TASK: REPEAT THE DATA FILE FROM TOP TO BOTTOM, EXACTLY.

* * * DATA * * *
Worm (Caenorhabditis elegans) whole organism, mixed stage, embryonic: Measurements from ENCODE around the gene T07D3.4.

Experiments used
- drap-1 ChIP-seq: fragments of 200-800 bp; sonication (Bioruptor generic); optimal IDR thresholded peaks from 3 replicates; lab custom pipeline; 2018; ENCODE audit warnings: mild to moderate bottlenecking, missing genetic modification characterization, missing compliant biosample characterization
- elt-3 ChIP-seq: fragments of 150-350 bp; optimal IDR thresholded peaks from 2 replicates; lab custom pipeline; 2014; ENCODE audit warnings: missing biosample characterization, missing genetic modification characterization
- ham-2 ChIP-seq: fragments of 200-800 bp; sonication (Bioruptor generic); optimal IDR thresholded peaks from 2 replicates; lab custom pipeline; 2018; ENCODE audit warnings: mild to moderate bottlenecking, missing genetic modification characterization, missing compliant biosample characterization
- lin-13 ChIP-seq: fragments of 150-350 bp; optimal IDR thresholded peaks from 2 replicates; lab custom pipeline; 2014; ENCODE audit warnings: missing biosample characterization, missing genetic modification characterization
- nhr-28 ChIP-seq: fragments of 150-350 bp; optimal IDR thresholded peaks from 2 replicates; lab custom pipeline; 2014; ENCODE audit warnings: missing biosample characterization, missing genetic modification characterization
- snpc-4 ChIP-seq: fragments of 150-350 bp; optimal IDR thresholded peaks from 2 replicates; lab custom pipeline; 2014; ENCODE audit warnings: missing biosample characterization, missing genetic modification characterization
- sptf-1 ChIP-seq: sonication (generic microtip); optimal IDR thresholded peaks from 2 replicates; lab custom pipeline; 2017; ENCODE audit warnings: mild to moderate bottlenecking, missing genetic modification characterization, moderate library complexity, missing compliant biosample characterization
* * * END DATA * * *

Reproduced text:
Worm (Caenorhabditis elegans) whole organism, mixed stage, embryonic: Measurements from ENCODE around the gene T07D3.4.

Experiments used
- drap-1 ChIP-seq: fragments of 200-800 bp; sonication (Bioruptor generic); optimal IDR thresholded peaks from 3 replicates; lab custom pipeline; 2018; ENCODE audit warnings: mild to moderate bottlenecking, missing genetic modification characterization, missing compliant biosample characterization
- elt-3 ChIP-seq: fragments of 150-350 bp; optimal IDR thresholded peaks from 2 replicates; lab custom pipeline; 2014; ENCODE audit warnings: missing biosample characterization, missing genetic modification characterization
- ham-2 ChIP-seq: fragments of 200-800 bp; sonication (Bioruptor generic); optimal IDR thresholded peaks from 2 replicates; lab custom pipeline; 2018; ENCODE audit warnings: mild to moderate bottlenecking, missing genetic modification characterization, missing compliant biosample characterization
- lin-13 ChIP-seq: fragments of 150-350 bp; optimal IDR thresholded peaks from 2 replicates; lab custom pipeline; 2014; ENCODE audit warnings: missing biosample characterization, missing genetic modification characterization
- nhr-28 ChIP-seq: fragments of 150-350 bp; optimal IDR thresholded peaks from 2 replicates; lab custom pipeline; 2014; ENCODE audit warnings: missing biosample characterization, missing genetic modification characterization
- snpc-4 ChIP-seq: fragments of 150-350 bp; optimal IDR thresholded peaks from 2 replicates; lab custom pipeline; 2014; ENCODE audit warnings: missing biosample characterization, missing genetic modification characterization
- sptf-1 ChIP-seq: sonication (generic microtip); optimal IDR thresholded peaks from 2 replicates; lab custom pipeline; 2017; ENCODE audit warnings: mild to moderate bottlenecking, missing genetic modification characterization, moderate library complexity, missing compliant biosample characterization